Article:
Now Commenting On:

EY returns to lineup after batting practice injury

EY returns to lineup after batting practice injury play video for EY returns to lineup after batting practice injury

MIAMI -- No longer concerned with dizziness, concussion symptoms or anything of the like, Mets outfielder Eric Young Jr. returned to the lineup Monday against the Marlins, one day after Lucas Duda struck him below the right eye with a ball during batting practice. Young said his face was still sore, but nothing more serious than that.

Still, Young's return to the lineup was largely unexpected for another reason. After Juan Lagares came off the disabled list last Thursday, Young immediately descended into a part-time role. It seemed illogical then that Young would play against Marlins starter Nathan Eovaldi.

Manager Terry Collins, however, cited Eovaldi's success against right-handed batters as reason to bench Lagares, noting that Lagares' legs may be tired after playing four complete games in Colorado, as well.

Collins took that line of thinking to an extreme, also playing lefty-swinging shortstop Omar Quintanilla over Ruben Tejada and left-handed-hitting outfielder Bobby Abreu over Chris Young.

"This guy is eating up right-handed hitting," Collins said of Eovaldi, whose career splits tell a similar story.

As for Eric Young, Collins said the Mets will watch him carefully to make sure he suffers no recurrence of concussion symptoms. Young is still clearly fourth on the outfield depth chart behind Lagares, Curtis Granderson and Chris Young.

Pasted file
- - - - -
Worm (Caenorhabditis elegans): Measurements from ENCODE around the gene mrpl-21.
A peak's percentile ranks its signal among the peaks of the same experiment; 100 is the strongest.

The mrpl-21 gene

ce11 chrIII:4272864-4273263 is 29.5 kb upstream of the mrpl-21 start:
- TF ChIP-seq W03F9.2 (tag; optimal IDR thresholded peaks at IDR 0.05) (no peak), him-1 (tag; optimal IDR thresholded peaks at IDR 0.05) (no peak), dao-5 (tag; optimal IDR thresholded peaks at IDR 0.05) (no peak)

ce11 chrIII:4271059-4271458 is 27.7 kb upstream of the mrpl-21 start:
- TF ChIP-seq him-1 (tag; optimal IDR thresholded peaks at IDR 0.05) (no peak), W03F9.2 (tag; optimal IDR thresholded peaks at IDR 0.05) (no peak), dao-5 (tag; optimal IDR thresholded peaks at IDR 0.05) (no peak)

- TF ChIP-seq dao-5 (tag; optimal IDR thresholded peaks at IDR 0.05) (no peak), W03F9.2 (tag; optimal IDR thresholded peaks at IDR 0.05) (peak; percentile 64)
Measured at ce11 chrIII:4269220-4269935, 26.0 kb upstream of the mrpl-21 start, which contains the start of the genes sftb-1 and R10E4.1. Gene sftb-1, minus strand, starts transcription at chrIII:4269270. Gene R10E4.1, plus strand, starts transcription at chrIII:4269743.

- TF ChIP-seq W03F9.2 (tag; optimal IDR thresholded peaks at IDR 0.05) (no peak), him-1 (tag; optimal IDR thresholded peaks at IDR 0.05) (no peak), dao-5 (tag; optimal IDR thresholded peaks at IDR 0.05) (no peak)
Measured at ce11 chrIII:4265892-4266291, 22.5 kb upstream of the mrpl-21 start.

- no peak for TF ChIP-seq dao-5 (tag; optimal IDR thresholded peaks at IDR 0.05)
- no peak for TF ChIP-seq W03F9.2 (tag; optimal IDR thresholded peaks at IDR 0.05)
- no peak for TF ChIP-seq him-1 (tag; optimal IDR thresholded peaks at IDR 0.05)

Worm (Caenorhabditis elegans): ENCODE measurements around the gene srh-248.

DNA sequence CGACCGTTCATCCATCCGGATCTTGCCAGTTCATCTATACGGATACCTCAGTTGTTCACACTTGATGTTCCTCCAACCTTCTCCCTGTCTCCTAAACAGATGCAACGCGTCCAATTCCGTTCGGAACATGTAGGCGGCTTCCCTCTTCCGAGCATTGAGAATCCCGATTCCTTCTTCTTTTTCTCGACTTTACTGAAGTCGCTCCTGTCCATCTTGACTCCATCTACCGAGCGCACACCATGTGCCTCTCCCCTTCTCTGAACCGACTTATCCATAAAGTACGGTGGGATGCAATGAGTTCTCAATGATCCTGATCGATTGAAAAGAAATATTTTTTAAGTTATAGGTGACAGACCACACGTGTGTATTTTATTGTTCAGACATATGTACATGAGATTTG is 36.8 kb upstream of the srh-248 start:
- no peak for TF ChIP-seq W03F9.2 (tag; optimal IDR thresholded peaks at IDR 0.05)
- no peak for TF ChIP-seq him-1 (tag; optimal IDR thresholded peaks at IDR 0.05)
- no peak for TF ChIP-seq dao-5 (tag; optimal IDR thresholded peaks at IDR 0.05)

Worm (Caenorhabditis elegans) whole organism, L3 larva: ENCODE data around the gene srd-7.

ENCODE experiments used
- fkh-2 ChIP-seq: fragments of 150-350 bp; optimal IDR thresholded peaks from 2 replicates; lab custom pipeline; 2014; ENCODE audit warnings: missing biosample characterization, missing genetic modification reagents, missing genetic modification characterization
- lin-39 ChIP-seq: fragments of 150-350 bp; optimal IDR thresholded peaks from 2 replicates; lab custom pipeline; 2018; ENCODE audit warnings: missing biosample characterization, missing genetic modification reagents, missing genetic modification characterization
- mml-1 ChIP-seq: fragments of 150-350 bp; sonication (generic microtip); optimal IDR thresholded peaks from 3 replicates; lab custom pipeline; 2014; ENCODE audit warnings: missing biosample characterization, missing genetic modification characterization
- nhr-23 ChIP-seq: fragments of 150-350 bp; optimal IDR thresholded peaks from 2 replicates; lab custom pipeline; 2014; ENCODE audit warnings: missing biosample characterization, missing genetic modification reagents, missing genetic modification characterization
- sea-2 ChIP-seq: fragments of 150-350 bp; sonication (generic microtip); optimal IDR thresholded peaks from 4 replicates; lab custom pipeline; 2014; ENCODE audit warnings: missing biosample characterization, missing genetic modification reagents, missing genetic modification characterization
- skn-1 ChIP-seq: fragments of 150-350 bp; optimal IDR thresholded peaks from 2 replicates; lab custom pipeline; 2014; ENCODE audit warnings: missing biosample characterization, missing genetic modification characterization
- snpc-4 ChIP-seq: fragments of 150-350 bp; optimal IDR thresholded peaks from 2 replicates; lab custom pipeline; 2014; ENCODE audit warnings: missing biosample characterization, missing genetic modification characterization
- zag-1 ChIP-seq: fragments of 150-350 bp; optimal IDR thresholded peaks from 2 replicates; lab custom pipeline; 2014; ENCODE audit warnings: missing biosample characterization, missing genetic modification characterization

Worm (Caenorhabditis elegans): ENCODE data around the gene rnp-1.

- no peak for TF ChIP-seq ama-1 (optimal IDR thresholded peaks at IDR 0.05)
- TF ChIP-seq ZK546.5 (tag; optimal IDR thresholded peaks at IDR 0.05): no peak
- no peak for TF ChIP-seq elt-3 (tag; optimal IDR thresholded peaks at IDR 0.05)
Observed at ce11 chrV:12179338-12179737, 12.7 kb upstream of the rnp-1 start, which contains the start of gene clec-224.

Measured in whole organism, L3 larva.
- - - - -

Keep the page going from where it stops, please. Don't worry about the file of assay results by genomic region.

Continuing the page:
"He feels fine," Collins said. "We're going to check him during batting practice. If there's any dizziness or any fogginess, if he's lightheaded at all, I'll get him out of there."

Anthony DiComo is a reporter for MLB.com. Follow him on Twitter @AnthonyDicomo. This story was not subject to the approval of Major League Baseball or its clubs.

Boys and Girls Club of America

©2014 MLBAM, LP. All rights reserved.

The following are trademarks or service marks of Major League Baseball entities and may be used only with permission of Major League Baseball Properties, Inc. or the relevant Major League Baseball entity: Major League, Major League Baseball, MLB, the silhouetted batter logo, World Series, National League, American League, Division Series, League Championship Series, All-Star Game, and the names, nicknames, logos, uniform designs, color combinations, and slogans designating the Major League Baseball clubs and entities, and their respective mascots, events and exhibitions. Use of the Website signifies your agreement to the Terms of Use and Privacy Policy (updated May 24, 2013).

View MLB.com in English | En Español